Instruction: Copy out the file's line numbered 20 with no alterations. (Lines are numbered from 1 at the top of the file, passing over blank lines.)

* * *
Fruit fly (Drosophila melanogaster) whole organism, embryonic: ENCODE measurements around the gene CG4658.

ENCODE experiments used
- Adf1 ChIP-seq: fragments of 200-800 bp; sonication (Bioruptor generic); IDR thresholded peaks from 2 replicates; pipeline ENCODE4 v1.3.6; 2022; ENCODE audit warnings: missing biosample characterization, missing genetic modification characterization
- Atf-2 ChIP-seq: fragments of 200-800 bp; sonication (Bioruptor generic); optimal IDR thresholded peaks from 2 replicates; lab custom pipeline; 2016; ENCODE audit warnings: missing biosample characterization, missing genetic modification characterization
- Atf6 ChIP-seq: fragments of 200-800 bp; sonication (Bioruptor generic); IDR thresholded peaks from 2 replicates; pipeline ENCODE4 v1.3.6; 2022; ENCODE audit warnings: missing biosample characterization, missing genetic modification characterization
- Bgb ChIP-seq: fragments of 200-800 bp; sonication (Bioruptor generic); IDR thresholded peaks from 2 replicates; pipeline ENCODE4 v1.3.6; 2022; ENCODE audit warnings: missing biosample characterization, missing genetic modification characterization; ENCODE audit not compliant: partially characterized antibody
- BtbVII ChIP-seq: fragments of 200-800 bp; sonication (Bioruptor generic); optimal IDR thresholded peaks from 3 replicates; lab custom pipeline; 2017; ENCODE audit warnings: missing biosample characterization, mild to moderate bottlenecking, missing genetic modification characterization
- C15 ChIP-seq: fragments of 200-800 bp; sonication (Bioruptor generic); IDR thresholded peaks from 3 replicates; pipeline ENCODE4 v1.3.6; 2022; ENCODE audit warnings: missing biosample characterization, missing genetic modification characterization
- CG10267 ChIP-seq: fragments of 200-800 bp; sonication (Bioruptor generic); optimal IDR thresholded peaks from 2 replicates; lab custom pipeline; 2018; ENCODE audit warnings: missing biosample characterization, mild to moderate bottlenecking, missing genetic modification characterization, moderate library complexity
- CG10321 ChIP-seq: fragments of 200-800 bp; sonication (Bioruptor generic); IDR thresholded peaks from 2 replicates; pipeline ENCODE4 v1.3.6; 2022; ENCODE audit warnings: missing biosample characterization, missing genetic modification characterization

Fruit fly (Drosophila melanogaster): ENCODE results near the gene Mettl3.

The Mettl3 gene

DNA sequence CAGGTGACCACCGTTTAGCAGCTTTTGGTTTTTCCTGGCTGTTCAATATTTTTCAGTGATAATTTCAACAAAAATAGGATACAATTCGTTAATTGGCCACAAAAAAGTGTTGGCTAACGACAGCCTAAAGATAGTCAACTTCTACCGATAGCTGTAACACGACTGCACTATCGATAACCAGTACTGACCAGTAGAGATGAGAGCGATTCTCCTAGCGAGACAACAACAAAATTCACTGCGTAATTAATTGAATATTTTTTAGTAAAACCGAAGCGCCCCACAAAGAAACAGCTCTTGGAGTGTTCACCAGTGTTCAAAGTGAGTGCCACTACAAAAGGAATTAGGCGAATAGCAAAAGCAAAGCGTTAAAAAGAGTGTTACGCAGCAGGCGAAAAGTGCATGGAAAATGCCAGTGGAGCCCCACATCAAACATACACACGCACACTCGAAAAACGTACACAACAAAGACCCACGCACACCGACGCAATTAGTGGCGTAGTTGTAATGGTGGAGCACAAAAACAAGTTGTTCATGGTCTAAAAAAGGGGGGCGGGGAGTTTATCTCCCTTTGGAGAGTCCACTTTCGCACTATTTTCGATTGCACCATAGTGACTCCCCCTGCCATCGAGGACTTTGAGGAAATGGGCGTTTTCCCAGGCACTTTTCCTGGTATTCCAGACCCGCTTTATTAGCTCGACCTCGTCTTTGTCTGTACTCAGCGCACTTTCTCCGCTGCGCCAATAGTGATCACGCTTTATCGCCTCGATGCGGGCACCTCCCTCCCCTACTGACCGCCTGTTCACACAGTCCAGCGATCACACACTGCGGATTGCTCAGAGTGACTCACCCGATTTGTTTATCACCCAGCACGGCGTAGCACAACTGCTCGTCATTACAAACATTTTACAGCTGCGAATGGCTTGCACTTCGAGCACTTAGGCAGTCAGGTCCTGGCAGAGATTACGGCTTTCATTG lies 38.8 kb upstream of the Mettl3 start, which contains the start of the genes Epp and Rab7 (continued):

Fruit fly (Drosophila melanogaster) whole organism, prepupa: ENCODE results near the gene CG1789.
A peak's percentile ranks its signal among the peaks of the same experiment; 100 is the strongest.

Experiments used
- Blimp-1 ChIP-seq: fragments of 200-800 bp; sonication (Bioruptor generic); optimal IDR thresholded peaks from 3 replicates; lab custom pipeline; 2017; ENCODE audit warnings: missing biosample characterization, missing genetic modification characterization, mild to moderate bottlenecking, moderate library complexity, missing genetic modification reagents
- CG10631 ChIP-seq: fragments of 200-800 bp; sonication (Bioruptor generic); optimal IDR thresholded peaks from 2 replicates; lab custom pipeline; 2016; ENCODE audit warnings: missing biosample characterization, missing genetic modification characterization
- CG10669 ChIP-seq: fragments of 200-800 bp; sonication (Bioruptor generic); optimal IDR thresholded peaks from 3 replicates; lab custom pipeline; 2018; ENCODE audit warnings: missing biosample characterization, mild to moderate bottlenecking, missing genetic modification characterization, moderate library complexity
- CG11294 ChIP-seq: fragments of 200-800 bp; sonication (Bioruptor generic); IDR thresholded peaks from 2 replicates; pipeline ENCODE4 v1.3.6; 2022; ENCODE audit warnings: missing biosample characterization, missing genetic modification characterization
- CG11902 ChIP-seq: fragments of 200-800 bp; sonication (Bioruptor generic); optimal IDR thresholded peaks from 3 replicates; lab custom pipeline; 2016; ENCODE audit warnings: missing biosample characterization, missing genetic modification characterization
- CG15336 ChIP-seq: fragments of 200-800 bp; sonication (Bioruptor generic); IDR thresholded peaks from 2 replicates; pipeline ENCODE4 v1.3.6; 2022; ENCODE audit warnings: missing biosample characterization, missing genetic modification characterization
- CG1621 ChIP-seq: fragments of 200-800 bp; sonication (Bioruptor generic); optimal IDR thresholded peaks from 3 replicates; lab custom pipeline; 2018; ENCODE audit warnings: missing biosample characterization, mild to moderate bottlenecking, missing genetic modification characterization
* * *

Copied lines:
- CG11294 ChIP-seq: fragments of 200-800 bp; sonication (Bioruptor generic); IDR thresholded peaks from 2 replicates; pipeline ENCODE4 v1.3.6; 2022; ENCODE audit warnings: missing biosample characterization, missing genetic modification characterization